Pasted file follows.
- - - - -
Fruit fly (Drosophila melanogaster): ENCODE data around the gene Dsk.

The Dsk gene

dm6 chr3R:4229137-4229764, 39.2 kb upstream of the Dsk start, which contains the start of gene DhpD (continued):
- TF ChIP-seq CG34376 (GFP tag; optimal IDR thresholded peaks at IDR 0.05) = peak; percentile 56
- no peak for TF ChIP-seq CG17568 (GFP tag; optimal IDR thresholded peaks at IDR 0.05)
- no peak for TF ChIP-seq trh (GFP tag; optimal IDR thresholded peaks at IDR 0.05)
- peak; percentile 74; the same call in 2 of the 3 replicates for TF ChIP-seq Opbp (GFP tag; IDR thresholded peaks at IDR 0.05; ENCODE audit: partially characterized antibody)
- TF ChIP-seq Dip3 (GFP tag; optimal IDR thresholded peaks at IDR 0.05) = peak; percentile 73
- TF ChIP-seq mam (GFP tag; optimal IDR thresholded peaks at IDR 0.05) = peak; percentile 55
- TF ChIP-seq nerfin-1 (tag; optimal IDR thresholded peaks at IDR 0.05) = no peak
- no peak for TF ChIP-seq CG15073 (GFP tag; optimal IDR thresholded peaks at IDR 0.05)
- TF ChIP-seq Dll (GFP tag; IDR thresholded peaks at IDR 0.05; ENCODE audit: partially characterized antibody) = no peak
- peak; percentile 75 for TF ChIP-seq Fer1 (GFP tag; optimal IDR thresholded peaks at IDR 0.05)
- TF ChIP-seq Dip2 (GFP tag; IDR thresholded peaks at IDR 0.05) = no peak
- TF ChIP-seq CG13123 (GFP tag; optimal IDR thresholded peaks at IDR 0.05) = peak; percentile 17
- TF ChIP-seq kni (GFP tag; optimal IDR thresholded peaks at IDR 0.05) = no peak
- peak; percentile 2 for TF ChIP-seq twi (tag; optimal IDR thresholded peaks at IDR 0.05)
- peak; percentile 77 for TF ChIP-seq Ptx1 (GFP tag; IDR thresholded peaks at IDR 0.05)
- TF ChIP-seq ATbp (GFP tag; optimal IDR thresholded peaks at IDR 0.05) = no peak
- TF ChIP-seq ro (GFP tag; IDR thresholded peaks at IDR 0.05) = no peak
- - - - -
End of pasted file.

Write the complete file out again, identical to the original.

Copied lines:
Fruit fly (Drosophila melanogaster): ENCODE data around the gene Dsk.

The Dsk gene

dm6 chr3R:4229137-4229764, 39.2 kb upstream of the Dsk start, which contains the start of gene DhpD (continued):
- TF ChIP-seq CG34376 (GFP tag; optimal IDR thresholded peaks at IDR 0.05) = peak; percentile 56
- no peak for TF ChIP-seq CG17568 (GFP tag; optimal IDR thresholded peaks at IDR 0.05)
- no peak for TF ChIP-seq trh (GFP tag; optimal IDR thresholded peaks at IDR 0.05)
- peak; percentile 74; the same call in 2 of the 3 replicates for TF ChIP-seq Opbp (GFP tag; IDR thresholded peaks at IDR 0.05; ENCODE audit: partially characterized antibody)
- TF ChIP-seq Dip3 (GFP tag; optimal IDR thresholded peaks at IDR 0.05) = peak; percentile 73
- TF ChIP-seq mam (GFP tag; optimal IDR thresholded peaks at IDR 0.05) = peak; percentile 55
- TF ChIP-seq nerfin-1 (tag; optimal IDR thresholded peaks at IDR 0.05) = no peak
- no peak for TF ChIP-seq CG15073 (GFP tag; optimal IDR thresholded peaks at IDR 0.05)
- TF ChIP-seq Dll (GFP tag; IDR thresholded peaks at IDR 0.05; ENCODE audit: partially characterized antibody) = no peak
- peak; percentile 75 for TF ChIP-seq Fer1 (GFP tag; optimal IDR thresholded peaks at IDR 0.05)
- TF ChIP-seq Dip2 (GFP tag; IDR thresholded peaks at IDR 0.05) = no peak
- TF ChIP-seq CG13123 (GFP tag; optimal IDR thresholded peaks at IDR 0.05) = peak; percentile 17
- TF ChIP-seq kni (GFP tag; optimal IDR thresholded peaks at IDR 0.05) = no peak
- peak; percentile 2 for TF ChIP-seq twi (tag; optimal IDR thresholded peaks at IDR 0.05)
- peak; percentile 77 for TF ChIP-seq Ptx1 (GFP tag; IDR thresholded peaks at IDR 0.05)
- TF ChIP-seq ATbp (GFP tag; optimal IDR thresholded peaks at IDR 0.05) = no peak
- TF ChIP-seq ro (GFP tag; IDR thresholded peaks at IDR 0.05) = no peak